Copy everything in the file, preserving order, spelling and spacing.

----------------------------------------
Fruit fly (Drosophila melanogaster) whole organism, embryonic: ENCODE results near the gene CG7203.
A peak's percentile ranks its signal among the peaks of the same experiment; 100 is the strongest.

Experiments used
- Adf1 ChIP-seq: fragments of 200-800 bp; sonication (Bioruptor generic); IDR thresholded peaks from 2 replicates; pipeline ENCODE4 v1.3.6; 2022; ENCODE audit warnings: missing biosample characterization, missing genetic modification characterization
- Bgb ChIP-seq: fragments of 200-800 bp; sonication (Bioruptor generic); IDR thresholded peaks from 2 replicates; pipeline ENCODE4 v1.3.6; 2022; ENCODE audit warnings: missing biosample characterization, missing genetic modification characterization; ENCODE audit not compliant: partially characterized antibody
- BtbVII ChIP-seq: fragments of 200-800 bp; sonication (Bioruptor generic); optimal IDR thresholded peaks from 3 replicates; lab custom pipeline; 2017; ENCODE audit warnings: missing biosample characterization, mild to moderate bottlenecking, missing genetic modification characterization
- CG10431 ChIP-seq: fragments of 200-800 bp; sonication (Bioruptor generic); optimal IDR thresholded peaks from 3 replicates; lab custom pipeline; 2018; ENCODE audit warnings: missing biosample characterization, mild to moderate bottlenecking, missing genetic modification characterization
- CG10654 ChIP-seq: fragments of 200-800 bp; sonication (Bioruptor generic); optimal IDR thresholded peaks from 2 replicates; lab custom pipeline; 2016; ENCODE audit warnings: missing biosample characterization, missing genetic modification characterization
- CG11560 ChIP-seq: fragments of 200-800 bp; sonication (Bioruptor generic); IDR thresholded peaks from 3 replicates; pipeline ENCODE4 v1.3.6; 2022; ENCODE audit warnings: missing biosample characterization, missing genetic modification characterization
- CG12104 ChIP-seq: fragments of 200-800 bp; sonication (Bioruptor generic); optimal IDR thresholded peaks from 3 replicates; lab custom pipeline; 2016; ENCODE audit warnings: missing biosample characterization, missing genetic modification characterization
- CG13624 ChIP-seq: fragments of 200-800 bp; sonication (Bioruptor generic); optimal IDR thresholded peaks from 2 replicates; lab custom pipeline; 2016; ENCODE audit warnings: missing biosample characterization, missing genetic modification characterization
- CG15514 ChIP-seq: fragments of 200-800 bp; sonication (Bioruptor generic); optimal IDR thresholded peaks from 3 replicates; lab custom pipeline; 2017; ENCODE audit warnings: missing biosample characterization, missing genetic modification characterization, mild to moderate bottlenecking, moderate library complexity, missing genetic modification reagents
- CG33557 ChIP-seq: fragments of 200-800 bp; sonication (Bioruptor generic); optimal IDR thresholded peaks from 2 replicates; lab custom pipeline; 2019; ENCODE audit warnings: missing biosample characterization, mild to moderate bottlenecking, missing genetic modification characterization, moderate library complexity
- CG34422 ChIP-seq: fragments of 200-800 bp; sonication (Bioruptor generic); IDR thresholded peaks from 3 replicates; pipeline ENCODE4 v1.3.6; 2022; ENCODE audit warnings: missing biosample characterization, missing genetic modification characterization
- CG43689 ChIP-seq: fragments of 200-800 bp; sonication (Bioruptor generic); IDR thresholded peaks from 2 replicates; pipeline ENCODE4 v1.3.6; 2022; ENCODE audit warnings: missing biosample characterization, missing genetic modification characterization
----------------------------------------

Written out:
Fruit fly (Drosophila melanogaster) whole organism, embryonic: ENCODE results near the gene CG7203.
A peak's percentile ranks its signal among the peaks of the same experiment; 100 is the strongest.

Experiments used
- Adf1 ChIP-seq: fragments of 200-800 bp; sonication (Bioruptor generic); IDR thresholded peaks from 2 replicates; pipeline ENCODE4 v1.3.6; 2022; ENCODE audit warnings: missing biosample characterization, missing genetic modification characterization
- Bgb ChIP-seq: fragments of 200-800 bp; sonication (Bioruptor generic); IDR thresholded peaks from 2 replicates; pipeline ENCODE4 v1.3.6; 2022; ENCODE audit warnings: missing biosample characterization, missing genetic modification characterization; ENCODE audit not compliant: partially characterized antibody
- BtbVII ChIP-seq: fragments of 200-800 bp; sonication (Bioruptor generic); optimal IDR thresholded peaks from 3 replicates; lab custom pipeline; 2017; ENCODE audit warnings: missing biosample characterization, mild to moderate bottlenecking, missing genetic modification characterization
- CG10431 ChIP-seq: fragments of 200-800 bp; sonication (Bioruptor generic); optimal IDR thresholded peaks from 3 replicates; lab custom pipeline; 2018; ENCODE audit warnings: missing biosample characterization, mild to moderate bottlenecking, missing genetic modification characterization
- CG10654 ChIP-seq: fragments of 200-800 bp; sonication (Bioruptor generic); optimal IDR thresholded peaks from 2 replicates; lab custom pipeline; 2016; ENCODE audit warnings: missing biosample characterization, missing genetic modification characterization
- CG11560 ChIP-seq: fragments of 200-800 bp; sonication (Bioruptor generic); IDR thresholded peaks from 3 replicates; pipeline ENCODE4 v1.3.6; 2022; ENCODE audit warnings: missing biosample characterization, missing genetic modification characterization
- CG12104 ChIP-seq: fragments of 200-800 bp; sonication (Bioruptor generic); optimal IDR thresholded peaks from 3 replicates; lab custom pipeline; 2016; ENCODE audit warnings: missing biosample characterization, missing genetic modification characterization
- CG13624 ChIP-seq: fragments of 200-800 bp; sonication (Bioruptor generic); optimal IDR thresholded peaks from 2 replicates; lab custom pipeline; 2016; ENCODE audit warnings: missing biosample characterization, missing genetic modification characterization
- CG15514 ChIP-seq: fragments of 200-800 bp; sonication (Bioruptor generic); optimal IDR thresholded peaks from 3 replicates; lab custom pipeline; 2017; ENCODE audit warnings: missing biosample characterization, missing genetic modification characterization, mild to moderate bottlenecking, moderate library complexity, missing genetic modification reagents
- CG33557 ChIP-seq: fragments of 200-800 bp; sonication (Bioruptor generic); optimal IDR thresholded peaks from 2 replicates; lab custom pipeline; 2019; ENCODE audit warnings: missing biosample characterization, mild to moderate bottlenecking, missing genetic modification characterization, moderate library complexity
- CG34422 ChIP-seq: fragments of 200-800 bp; sonication (Bioruptor generic); IDR thresholded peaks from 3 replicates; pipeline ENCODE4 v1.3.6; 2022; ENCODE audit warnings: missing biosample characterization, missing genetic modification characterization
- CG43689 ChIP-seq: fragments of 200-800 bp; sonication (Bioruptor generic); IDR thresholded peaks from 2 replicates; pipeline ENCODE4 v1.3.6; 2022; ENCODE audit warnings: missing biosample characterization, missing genetic modification characterization